Assad Crossed the Red Line. Now What?
Steve Saideman on the very limited options the West has for dealing with Syria.
Paterson Chair in International Affairs at the Norman Paterson School of International Affairs
With the apparent use of chemical weapons against civilians, Assad has crossed Obama’s red line, triggering renewed discussion of the possibility of Western intervention. With a Russian veto certain at the United Nations, Obama’s staff is looking at the NATO air campaign during the Kosovo War as an example of how to get as much international support and legitimacy as possible for any military options. While that is one problem, the bigger challenge is that, as I discussed here earlier, there are no good options.
Pinging Syria with cruise missiles is relatively cost-free (even in a time of sequestration). But it would be kabuki theater, as the missiles would do some minimal damage but not make a difference on the ground. It might satisfy demands to do something about Syria, but maybe not even that.
There is some discussion of a no fly zone along the lines of what NATO did in Libya. Only, what really happened in Libya bore little resemblance to what would traditionally be understood as a no fly zone. Sure, NATO stopped Libya from flying its planes and helicopters, but it did far more than that. Its stance of “protecting civilians” really meant taking the side of the rebels against Qaddafi and essentially becoming close air support for their land forces. In Syria, a no fly zone on its own would not make that much impact since Assad could still rely on missiles and artillery to do significant damage to his opposition and civilians caught in the crossfire. And a full Libya-type operation faces a key constraint – the Syrian opposition is deeply divided except for its hostility to Assad and the West, so taking sides is really hard.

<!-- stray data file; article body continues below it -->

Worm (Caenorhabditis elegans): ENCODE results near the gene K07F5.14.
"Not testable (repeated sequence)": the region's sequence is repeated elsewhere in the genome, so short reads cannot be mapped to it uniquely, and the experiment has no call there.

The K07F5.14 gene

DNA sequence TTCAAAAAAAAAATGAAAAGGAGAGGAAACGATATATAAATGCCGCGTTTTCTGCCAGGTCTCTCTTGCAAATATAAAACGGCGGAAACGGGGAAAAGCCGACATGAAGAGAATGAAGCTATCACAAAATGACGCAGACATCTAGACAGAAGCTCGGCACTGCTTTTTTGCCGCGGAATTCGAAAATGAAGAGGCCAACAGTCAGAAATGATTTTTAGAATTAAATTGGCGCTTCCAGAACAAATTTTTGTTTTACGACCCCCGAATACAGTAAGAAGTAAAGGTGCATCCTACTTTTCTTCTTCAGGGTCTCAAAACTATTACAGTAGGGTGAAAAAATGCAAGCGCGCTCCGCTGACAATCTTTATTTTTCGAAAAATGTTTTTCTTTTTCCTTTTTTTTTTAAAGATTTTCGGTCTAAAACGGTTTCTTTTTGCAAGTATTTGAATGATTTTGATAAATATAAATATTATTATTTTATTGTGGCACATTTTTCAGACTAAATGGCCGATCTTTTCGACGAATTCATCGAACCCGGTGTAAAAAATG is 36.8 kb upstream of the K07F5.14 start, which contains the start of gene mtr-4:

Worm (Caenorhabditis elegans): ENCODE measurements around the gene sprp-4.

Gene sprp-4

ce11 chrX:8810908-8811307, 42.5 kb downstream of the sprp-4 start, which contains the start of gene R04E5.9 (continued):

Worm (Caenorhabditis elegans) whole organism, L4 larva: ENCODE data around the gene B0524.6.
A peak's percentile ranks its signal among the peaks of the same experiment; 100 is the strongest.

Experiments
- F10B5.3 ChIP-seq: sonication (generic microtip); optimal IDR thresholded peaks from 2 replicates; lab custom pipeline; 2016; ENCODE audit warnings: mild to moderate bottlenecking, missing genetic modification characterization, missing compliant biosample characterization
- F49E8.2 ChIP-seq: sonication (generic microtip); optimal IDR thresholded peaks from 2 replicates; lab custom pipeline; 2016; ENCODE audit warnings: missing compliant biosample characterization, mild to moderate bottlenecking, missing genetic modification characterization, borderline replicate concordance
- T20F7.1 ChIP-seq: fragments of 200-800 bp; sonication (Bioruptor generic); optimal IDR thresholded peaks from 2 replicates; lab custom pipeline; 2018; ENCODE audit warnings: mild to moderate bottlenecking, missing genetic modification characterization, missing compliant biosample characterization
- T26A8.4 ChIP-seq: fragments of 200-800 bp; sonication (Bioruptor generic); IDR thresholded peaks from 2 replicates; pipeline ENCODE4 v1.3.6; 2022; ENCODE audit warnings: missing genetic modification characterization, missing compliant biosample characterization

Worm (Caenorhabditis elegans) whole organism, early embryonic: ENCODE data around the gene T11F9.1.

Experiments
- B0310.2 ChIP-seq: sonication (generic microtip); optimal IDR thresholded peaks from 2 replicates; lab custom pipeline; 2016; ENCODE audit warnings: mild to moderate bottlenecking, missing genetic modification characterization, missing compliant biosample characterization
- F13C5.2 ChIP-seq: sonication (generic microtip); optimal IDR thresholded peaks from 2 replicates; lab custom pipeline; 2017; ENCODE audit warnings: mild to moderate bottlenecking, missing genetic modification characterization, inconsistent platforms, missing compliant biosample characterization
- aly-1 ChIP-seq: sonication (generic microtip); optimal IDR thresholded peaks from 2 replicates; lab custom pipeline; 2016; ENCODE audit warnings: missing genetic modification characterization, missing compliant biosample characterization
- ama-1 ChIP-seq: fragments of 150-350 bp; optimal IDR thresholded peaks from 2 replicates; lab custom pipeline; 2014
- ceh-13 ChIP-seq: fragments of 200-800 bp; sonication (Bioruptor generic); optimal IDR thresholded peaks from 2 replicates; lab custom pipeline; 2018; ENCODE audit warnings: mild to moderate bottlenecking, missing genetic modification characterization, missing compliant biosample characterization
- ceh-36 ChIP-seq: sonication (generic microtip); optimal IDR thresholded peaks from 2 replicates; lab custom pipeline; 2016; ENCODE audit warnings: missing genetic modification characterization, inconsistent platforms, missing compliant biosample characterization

The use of ground forces would be necessary to secure the chemical weapons and probably to remove Assad. Yet no country is willing to take that kind of risk and pay that kind of price after several wars and austerity.
So, when the question turns to what Canada might do, the answer almost assuredly is about as little or less than what the U.S. will be doing. Perhaps the U.S. will engage in a bombing offensive, but I find it hard to believe that Harper will be as enthusiastic this time as he was about the Libya campaign. The probability of success is low, the budget situation back in Ottawa is still quite tight, and the prime minister’s focus has been on putting the military back in the background as the 2015 election approaches.
Would it harm relations with the U.S. to stay out of it? Probably not. Given Obama’s ambivalence, it’s hard to see how anyone in the U.S. would mind other countries being less than enthusiastic. Moreover, Obama’s diplomacy would be focused on Russia, China, and Europe.
Harper has surprised people before – the sudden announcements of the Afghanistan training mission and the assistance to France in Mali for example. So, predicting what he will do next can be a foolish enterprise, but if I had to bet, I would put my money on Canada avoiding a substantial role in the upcoming effort against Syria.